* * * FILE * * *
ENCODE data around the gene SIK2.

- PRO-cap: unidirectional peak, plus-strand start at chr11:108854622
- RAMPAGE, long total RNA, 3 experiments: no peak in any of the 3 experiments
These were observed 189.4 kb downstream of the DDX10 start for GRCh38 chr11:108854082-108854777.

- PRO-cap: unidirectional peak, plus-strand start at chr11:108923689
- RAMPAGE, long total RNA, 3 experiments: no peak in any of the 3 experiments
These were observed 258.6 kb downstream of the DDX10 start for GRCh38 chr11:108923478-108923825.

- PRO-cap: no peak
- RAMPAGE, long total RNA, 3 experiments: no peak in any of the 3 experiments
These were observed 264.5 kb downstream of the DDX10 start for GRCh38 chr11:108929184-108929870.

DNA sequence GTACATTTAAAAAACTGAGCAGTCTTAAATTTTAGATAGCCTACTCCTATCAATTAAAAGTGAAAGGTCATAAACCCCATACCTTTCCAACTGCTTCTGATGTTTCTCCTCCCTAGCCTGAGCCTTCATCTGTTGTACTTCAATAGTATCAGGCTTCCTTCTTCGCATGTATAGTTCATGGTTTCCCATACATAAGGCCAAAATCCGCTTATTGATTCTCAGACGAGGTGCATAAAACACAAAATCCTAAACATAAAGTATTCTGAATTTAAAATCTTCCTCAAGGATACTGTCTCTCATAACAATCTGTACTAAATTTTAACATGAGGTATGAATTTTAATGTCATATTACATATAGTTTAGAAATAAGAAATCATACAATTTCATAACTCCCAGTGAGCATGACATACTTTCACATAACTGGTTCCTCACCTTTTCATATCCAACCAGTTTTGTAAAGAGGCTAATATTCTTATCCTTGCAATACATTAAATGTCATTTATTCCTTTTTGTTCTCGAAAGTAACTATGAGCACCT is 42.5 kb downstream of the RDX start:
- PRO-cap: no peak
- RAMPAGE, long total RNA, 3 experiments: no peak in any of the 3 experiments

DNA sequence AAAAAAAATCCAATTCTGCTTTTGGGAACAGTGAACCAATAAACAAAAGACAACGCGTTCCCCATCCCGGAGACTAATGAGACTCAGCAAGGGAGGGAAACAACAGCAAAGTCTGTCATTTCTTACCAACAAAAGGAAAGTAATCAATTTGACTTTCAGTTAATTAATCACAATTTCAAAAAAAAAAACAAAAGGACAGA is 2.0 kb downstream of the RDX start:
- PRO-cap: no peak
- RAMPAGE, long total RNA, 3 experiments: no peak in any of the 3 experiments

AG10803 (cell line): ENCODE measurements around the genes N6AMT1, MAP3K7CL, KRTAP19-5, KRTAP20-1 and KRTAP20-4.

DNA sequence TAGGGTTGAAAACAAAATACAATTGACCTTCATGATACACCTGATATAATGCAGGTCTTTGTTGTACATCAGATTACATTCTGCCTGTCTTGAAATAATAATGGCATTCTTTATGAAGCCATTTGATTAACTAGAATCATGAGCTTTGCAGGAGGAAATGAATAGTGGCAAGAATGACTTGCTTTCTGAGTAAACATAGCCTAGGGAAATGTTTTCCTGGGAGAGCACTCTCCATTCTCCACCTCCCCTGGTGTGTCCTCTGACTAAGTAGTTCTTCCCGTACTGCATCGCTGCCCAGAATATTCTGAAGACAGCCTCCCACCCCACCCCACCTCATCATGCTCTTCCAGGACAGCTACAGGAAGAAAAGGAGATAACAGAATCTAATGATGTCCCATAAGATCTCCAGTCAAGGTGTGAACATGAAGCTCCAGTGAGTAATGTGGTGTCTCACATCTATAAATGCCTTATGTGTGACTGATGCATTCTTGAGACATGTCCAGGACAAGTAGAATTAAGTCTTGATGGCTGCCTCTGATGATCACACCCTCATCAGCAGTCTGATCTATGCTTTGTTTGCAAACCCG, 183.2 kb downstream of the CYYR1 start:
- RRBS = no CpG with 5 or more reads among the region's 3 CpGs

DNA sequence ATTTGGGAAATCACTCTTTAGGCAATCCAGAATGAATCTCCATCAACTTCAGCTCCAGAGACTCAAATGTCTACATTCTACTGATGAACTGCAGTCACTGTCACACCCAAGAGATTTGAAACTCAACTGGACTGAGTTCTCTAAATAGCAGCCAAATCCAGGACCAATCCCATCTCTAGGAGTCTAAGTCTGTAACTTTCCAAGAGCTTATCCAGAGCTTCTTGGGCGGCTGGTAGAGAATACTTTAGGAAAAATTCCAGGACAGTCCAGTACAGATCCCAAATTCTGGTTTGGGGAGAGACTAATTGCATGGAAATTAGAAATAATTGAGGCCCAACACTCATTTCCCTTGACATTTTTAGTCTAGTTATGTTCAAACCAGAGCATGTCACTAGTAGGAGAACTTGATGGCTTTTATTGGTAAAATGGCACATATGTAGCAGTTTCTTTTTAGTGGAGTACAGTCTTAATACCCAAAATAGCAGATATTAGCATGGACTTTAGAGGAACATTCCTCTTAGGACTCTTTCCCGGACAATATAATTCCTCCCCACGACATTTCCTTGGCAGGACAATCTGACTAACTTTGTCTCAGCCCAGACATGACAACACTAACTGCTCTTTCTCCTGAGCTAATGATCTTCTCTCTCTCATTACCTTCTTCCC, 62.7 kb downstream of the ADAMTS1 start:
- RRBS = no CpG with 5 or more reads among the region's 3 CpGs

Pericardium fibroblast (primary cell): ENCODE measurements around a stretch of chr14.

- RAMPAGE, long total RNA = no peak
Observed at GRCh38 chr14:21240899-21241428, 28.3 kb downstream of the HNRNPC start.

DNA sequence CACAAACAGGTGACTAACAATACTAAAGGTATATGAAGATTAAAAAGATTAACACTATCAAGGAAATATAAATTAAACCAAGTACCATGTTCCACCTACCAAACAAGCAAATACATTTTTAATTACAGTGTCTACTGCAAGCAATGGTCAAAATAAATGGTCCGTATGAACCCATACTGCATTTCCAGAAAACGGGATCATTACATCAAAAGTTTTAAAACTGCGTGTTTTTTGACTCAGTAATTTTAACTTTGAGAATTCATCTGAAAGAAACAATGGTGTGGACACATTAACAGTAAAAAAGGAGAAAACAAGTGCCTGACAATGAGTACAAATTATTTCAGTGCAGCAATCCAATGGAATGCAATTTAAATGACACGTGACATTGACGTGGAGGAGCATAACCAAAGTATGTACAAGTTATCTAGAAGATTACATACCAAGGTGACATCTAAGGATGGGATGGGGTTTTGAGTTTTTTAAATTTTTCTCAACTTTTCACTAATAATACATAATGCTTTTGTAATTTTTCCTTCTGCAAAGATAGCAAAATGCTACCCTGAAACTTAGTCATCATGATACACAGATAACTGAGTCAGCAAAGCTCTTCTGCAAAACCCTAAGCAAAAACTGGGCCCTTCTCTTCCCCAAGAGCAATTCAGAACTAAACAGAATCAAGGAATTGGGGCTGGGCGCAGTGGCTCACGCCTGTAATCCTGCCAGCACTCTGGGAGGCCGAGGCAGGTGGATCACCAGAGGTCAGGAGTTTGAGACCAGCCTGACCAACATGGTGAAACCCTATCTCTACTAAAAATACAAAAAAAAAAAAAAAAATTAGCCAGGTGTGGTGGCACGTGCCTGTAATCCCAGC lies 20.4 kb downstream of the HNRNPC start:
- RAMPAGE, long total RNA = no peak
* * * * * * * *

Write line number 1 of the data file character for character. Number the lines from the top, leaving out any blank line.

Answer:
ENCODE data around the gene SIK2.